“It’s all about speed and size,” Holy Cross football coach says of the best player to come out of the Fleetwood Catholic school in half a decade. “He’s huge; he’s 6-foot 6, 250 pounds and runs the 100 in 11.6 seconds. You can’t teach that.”
The he, in this case, is Jonathan Kongbo, a reluctant football player who’s remarkable journey has taken him from the Congo in Africa to basketball courts in Canada to a future on the college football fields of the United States.
Kongbo’s story starts in the Congo where he was born and lived for the first five years of his life.
The country has been wracked by civil war for decades, sometimes flaring up into horrific violence and other times simmering with skirmishes in the eastern regions of the country.
Jonathan’s father, Joachim Kongbo, has a degree in agricultural sciences and had a good job in the capital city of Kinshasa working for the United Nations. The family’s security was shattered in the mid 1990s when the civil war violence reached the capital and armed troops and rebels roamed the streets.
“I could see what was happening,” Joachim Kongbo recalled. “I said, ‘You know what? I don’t care about the good life we have.’ I had a very good job, but that didn’t matter because it wasn’t safe.’ I told my wife that it was time to get out.
“I was all right but I didn’t see any future there for my children. So I made a decision to move to Canada to find a better life for my family.”
The move was not an easy one. Joachim came to Canada on his own and had to work at unfamiliar jobs until his academic credentials were recognized here. In the meantime, his wife, Lily, stayed in the Congo with their two children, Joel and Jonathan. The unrest in the country continued and there were times when Lily had to hide her two children as soldiers were shooting at each other in the streets.
“I was very worried because I was in Canada and my family was still in Congo,” Joachim said. “It was really hard being so far apart. We are so grateful to Canada. My children were very young, but the images of what they saw are very powerful. We are lucky to be in Canada and my children and fortunate. They have no excuse not to work hard.”
The Kongbo family was finally reunited in Canada when Jonathan was five years old. As a youngster, Jonathan excelled in sports. His talent first emerged on the track where his speed made him stand out from the other children.
Joachim Kongbo was not too surprised by this development. During colonial times in the Congo, his grandfather had worked as a messenger running from town to town with the mail. Running, it seemed, ran in the family. The difference was, young Jonathan excelled in the 100 and 200 metre sprints, not the long distance events.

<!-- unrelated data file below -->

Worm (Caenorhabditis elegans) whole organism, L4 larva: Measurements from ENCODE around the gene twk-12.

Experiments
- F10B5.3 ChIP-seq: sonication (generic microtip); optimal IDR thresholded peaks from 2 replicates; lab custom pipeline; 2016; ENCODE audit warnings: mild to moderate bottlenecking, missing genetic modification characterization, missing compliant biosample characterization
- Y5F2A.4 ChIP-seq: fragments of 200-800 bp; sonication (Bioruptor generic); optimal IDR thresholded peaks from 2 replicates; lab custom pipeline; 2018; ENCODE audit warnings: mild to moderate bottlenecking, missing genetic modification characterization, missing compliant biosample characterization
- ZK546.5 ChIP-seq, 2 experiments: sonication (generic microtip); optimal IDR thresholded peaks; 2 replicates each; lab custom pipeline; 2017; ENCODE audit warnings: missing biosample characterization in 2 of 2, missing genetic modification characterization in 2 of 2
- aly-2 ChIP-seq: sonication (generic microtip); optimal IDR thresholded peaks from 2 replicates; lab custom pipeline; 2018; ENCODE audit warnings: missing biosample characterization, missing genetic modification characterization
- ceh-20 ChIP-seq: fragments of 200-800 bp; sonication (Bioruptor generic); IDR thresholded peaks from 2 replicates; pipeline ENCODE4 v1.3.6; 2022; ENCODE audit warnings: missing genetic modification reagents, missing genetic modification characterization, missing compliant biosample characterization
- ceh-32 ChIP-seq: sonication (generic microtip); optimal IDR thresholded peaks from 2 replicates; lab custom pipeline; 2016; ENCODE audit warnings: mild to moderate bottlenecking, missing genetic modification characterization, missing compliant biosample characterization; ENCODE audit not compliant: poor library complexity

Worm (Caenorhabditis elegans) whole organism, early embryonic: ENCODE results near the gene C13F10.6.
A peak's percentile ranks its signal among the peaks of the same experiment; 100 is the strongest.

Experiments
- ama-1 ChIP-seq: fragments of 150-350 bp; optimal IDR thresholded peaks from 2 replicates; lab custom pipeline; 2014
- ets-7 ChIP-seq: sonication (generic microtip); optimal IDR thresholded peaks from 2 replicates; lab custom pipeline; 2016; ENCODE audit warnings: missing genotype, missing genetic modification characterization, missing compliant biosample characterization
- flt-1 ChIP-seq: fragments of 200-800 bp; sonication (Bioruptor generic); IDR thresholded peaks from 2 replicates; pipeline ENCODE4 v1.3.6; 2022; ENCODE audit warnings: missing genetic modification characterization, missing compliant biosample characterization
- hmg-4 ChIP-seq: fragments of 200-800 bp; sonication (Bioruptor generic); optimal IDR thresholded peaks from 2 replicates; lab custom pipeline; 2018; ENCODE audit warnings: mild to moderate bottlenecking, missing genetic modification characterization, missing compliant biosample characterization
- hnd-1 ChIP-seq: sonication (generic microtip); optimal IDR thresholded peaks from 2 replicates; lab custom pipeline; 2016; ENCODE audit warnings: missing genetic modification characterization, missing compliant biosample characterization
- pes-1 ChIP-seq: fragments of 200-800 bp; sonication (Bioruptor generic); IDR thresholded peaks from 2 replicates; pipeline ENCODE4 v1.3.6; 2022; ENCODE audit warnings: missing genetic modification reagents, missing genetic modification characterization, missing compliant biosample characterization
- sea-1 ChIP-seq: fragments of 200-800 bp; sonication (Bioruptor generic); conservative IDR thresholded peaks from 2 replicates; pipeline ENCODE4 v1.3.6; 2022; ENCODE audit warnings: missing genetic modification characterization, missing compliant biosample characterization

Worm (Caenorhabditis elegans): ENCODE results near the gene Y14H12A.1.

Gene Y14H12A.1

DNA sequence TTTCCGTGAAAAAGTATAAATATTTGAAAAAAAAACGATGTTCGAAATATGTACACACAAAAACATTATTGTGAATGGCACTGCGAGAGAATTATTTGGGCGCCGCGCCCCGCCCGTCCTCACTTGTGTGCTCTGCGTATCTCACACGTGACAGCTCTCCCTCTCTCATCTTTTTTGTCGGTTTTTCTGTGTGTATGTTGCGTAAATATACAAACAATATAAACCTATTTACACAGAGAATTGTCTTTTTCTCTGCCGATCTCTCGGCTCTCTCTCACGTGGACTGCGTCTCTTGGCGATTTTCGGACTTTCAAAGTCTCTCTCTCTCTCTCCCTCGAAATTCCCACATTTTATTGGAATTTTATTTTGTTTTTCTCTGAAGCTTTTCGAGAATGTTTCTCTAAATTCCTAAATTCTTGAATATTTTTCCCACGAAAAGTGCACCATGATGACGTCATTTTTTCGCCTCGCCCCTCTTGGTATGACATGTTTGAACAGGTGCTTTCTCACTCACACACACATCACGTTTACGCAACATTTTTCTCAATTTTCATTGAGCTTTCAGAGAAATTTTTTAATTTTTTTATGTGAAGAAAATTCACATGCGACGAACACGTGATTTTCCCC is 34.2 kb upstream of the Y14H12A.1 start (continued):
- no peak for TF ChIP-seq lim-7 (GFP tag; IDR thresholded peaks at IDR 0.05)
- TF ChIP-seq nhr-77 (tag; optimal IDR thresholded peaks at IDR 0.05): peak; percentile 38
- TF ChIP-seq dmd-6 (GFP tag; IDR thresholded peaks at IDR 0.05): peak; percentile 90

In addition to track, young Jonathan tried rugby, soccer and ice hockey before discovering basketball, a sport he was truly passionate about. When the family moved from Vancouver to Surrey in 2012, Jonathan
opted to remain at Kitsilano Secondary for his Grade 11 year. He travelled three hours round trip each day to attend the Vancouver school and compete as a member of the Blue Demons basketball team.
The tedious daily commute took a toll on his grades and the Kongbo family decided to look for a school closer to their Surrey home. They settled on Holy Cross where Jonathan saw the potential of the Crusaders basketball team.
When classes began, however, he was stopped by a coach in the hallway and asked a strange question: “Do you want to play football?” The immediate answer was no, but that did not deter the Crusader football coaches. Each day he was asked again to join the football team.
“When they asked me to come out for football I wasn’t interested,” Jonathan recalls. “My main focus was on the basketball season, but the coaches kept nagging me every time they saw me in the hall. I tried avoiding them for a while, but one day I just said, ‘Fine, lets do it. Then hopefully they’ll just leave me alone.’ Jonathan finally attended his first practice after the Crusaders had already played one game. Jonathan had played Madden video games and watched the sport on TV so he understood the basics, but had never put on a football helmet before or put his hand down on the line of scrimmage.
“He was completely raw, but he was not horrible,” Buchan said. “He is so athletic that he picked things up fast. He had never played football before, but he had played rugby so the game wasn’t completely foreign to him.